What Do You Need to Fix Before You Put Your First Home on the Market? And What Can Wait?
When you start thinking about selling your first home, you may look around the rooms you love so much and see them in a different light. You already know the rules about keeping your closets half empty when you show the house, making sure the kitchen and bathroom counters are free of clutter, hiding pet bowls and beds, and keeping the house spotless, ready at any moment for potential buyers. But there are some things that need to be fixed or updated before you sell.
First home, first sale? Here's our list.
You know how you have to jiggle the coat closet door handle and pull up on it at the exact right angle to get it to open? You may not even notice anymore because you do it every day. But potential buyers want every door to open easily, and without being left holding a doorknob.
Loose bricks or broken pavement.
And any loose boards or railings on the deck or porch. There really is never a second chance to make a first impression, and buyers remember what they saw first.
Speaking of what buyers see first, make sure your yard looks neat, even if it isn’t beautifully landscaped. (And if it is? Good for you!) If your lawn is almost bare, it may be worth it to lay some sod and plant a few flowers, or add some planters on either side of your front door. With flowers in them!
Now is not the time to pick your favorite color. Neutral paint is best because it allows potential buyers to see their own things in your home. If your walls need a fresh coat, now is the time to do it. If you do have unusual colors on your walls, no matter how much you personally love them, you may want to consider a more neutral look.
How much you do in the kitchen kind of depends. If you haven’t remodeled since the eighties, new countertops, cabinets, and appliances might be in order. But if the kitchen is relatively modern looking, with nothing glaringly awful, you may want to leave it as is. Installing expensive granite countertops may not make sense if the buyers might remodel anyway. As you make changes in the kitchen, consider what’s normal for your neighborhood, too. As lovely as high-end appliances are, they won’t bring more money in a sale if they’re an anomaly for your location.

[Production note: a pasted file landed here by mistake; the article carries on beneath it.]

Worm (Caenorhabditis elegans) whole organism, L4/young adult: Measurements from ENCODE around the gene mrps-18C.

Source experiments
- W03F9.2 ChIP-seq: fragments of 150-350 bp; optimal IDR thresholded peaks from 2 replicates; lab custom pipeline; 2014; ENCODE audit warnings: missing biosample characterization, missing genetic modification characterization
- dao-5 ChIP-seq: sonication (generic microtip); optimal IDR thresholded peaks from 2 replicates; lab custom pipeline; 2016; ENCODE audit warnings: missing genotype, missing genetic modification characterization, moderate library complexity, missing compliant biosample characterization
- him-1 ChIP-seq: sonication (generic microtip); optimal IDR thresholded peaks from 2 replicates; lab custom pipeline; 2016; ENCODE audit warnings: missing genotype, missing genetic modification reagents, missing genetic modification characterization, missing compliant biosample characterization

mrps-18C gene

Similar to the kitchen, an updated or additional bathroom can raise the value of your home. Think of other homes in your neighborhood. If you have three bedrooms and one bath, whereas most places around you have at least two baths, think about adding a half bath. If you have plenty of bathrooms, make sure there are no leaky faucets and that any tile on the floor is in good repair. Replace any mats or shower curtains that look worn and consider new towels in a neutral color. (You can hide the ones you really use in the laundry hamper when potential buyers come to look at the house.)
Now is the time to clean the blinds, wash the curtains, and touch up the paint on your shutters. If curtains or blinds have gotten really ragged, replace them. You may even want to just remove them entirely since potential buyers look for light in a new home.
Loose or chipped molding, holes in the wall.
Do you have kids? In spite of your best efforts, do they still play ball in the house? And throw things? Holes in the wall may not be the norm in most households, but parents know that they aren’t that uncommon. Make sure all holes are patched and painted and loose molding secured.
Now that your home is looking so good, you may even find that you don’t want to move after all. It happens! But if you’re still ready to go, making sure your home looks its best is the first step to making a sale!